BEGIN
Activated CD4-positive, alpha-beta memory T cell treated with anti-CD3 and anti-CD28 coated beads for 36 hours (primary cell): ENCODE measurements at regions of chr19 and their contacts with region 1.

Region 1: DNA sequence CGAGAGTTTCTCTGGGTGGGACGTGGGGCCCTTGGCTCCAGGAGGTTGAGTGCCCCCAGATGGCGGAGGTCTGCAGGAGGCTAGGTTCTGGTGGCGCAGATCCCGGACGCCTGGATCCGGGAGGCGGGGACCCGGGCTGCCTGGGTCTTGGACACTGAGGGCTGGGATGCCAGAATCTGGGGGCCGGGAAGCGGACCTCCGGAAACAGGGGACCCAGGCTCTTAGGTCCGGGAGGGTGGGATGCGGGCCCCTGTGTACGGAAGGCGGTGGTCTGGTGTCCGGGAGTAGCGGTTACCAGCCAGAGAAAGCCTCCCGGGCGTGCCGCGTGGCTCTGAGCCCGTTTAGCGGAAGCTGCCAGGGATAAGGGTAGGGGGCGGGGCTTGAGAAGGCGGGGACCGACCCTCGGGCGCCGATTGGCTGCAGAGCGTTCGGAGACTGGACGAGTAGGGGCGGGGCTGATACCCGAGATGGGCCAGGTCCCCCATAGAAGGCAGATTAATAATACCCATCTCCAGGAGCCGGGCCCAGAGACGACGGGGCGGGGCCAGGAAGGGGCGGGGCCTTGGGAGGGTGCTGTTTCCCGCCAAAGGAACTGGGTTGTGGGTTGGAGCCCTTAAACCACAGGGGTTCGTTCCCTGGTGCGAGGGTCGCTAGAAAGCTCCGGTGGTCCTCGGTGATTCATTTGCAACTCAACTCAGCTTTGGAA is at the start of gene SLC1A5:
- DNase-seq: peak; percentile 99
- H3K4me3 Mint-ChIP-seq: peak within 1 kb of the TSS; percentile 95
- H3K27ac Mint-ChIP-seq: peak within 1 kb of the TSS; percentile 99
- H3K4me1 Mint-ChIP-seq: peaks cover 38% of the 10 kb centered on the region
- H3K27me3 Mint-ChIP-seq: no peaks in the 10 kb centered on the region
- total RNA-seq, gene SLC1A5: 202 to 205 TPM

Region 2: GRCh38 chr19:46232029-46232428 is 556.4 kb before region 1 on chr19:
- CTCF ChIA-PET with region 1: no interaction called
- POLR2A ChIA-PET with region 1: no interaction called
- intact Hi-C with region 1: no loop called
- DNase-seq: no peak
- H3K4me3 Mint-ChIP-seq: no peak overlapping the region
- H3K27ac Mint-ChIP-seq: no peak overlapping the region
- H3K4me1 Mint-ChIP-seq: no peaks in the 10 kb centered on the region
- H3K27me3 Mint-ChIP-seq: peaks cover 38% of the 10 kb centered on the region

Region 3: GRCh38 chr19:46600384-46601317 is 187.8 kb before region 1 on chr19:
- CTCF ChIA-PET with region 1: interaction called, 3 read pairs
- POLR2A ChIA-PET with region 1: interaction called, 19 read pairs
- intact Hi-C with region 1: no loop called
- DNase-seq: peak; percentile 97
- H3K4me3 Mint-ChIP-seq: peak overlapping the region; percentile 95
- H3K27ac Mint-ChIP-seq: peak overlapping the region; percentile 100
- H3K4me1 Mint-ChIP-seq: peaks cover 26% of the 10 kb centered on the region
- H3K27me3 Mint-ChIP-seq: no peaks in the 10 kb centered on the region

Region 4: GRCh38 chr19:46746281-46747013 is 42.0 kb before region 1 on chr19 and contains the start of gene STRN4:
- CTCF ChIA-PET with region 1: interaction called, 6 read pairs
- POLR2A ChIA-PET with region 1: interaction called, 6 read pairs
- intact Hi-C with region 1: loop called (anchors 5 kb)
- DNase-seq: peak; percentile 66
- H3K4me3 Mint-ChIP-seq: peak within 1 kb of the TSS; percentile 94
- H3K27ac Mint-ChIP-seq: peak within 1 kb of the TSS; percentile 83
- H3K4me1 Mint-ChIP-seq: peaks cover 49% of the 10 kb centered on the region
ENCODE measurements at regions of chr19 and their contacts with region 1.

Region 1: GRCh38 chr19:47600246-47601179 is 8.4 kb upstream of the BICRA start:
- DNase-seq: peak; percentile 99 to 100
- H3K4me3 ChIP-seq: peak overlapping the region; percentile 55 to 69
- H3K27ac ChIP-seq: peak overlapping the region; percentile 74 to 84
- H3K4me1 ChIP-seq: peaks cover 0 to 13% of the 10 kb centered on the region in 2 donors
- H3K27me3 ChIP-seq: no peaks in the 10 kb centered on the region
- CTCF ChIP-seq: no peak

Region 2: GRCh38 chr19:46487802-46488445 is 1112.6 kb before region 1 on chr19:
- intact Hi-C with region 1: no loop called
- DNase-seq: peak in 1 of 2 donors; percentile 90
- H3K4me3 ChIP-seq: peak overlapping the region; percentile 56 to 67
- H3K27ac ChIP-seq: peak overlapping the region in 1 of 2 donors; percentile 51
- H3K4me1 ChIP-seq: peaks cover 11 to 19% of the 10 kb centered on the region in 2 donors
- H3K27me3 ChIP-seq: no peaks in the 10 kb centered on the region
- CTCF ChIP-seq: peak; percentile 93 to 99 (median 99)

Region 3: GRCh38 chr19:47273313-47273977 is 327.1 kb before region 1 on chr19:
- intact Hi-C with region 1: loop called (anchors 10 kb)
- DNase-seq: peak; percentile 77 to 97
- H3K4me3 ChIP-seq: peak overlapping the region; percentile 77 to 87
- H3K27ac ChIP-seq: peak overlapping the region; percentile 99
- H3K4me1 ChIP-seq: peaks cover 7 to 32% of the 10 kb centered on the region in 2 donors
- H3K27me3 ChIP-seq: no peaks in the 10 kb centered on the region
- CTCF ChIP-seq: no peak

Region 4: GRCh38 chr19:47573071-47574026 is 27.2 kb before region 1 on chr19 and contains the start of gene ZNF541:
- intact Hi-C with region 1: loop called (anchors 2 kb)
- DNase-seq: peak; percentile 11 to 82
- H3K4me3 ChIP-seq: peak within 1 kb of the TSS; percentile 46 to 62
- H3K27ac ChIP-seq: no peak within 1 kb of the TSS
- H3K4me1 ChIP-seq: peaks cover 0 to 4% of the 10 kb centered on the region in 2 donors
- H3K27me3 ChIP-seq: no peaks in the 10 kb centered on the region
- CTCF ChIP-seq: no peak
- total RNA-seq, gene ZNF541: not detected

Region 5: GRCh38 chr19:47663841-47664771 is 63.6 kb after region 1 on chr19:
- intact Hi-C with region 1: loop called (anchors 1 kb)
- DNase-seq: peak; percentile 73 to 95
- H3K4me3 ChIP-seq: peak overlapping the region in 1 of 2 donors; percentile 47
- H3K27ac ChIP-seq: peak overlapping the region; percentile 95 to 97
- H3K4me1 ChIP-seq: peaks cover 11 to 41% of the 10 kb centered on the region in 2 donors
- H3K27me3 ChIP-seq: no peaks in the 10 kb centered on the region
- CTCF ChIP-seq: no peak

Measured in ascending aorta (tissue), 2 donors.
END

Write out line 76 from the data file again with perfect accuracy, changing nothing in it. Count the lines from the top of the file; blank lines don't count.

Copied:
Measured in ascending aorta (tissue), 2 donors.